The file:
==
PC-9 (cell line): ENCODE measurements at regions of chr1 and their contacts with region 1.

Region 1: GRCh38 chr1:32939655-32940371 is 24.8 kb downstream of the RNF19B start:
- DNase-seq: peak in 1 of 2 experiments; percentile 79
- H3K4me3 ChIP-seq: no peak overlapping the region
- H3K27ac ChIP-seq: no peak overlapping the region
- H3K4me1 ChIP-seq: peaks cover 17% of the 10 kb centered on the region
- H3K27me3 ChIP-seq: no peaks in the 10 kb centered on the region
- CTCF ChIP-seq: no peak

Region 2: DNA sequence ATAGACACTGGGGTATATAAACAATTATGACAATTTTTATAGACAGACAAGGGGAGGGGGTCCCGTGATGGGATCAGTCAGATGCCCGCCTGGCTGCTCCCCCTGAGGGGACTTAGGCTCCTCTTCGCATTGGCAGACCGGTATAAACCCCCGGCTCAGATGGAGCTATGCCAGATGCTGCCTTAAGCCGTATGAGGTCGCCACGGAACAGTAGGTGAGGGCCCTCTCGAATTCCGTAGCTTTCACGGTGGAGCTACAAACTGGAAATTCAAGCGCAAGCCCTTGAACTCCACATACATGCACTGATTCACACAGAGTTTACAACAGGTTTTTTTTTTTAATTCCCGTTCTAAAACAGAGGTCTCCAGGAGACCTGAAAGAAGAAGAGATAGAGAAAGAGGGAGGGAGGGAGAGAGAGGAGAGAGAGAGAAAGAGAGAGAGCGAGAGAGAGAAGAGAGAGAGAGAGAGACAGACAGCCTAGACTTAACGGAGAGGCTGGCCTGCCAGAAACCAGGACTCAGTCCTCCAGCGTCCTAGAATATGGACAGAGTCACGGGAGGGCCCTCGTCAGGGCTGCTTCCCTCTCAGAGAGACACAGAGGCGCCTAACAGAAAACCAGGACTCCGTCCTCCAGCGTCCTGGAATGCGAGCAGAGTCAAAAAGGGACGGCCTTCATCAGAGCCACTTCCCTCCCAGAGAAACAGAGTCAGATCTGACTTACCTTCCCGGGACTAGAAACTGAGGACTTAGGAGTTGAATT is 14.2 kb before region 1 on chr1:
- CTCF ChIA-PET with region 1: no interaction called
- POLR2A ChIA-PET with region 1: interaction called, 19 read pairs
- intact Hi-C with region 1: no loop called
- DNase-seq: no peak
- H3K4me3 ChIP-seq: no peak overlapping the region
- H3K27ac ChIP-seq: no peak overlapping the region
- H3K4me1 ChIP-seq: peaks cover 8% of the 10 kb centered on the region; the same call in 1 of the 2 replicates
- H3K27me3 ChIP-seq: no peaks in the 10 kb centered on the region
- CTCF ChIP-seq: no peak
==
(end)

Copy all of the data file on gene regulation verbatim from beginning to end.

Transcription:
PC-9 (cell line): ENCODE measurements at regions of chr1 and their contacts with region 1.

Region 1: GRCh38 chr1:32939655-32940371 is 24.8 kb downstream of the RNF19B start:
- DNase-seq: peak in 1 of 2 experiments; percentile 79
- H3K4me3 ChIP-seq: no peak overlapping the region
- H3K27ac ChIP-seq: no peak overlapping the region
- H3K4me1 ChIP-seq: peaks cover 17% of the 10 kb centered on the region
- H3K27me3 ChIP-seq: no peaks in the 10 kb centered on the region
- CTCF ChIP-seq: no peak

Region 2: DNA sequence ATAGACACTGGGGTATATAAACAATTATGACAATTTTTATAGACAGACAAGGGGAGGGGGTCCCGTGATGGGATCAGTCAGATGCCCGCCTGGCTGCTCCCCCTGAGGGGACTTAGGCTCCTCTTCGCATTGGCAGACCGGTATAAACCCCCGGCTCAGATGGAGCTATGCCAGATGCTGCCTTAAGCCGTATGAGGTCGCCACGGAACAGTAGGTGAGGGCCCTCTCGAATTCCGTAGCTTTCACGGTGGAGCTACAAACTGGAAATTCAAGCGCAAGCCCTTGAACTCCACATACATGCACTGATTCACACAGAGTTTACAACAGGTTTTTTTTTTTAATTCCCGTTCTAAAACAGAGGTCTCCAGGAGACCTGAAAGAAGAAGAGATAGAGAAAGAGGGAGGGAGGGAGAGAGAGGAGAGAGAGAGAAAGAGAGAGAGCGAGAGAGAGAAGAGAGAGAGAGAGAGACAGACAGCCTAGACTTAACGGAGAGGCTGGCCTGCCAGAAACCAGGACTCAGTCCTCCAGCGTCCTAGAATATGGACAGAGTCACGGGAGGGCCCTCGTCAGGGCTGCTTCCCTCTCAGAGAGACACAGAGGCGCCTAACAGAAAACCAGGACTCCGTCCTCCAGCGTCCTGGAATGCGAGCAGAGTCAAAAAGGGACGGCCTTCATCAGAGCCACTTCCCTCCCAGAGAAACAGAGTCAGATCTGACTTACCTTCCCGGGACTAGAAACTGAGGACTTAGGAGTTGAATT is 14.2 kb before region 1 on chr1:
- CTCF ChIA-PET with region 1: no interaction called
- POLR2A ChIA-PET with region 1: interaction called, 19 read pairs
- intact Hi-C with region 1: no loop called
- DNase-seq: no peak
- H3K4me3 ChIP-seq: no peak overlapping the region
- H3K27ac ChIP-seq: no peak overlapping the region
- H3K4me1 ChIP-seq: peaks cover 8% of the 10 kb centered on the region; the same call in 1 of the 2 replicates
- H3K27me3 ChIP-seq: no peaks in the 10 kb centered on the region
- CTCF ChIP-seq: no peak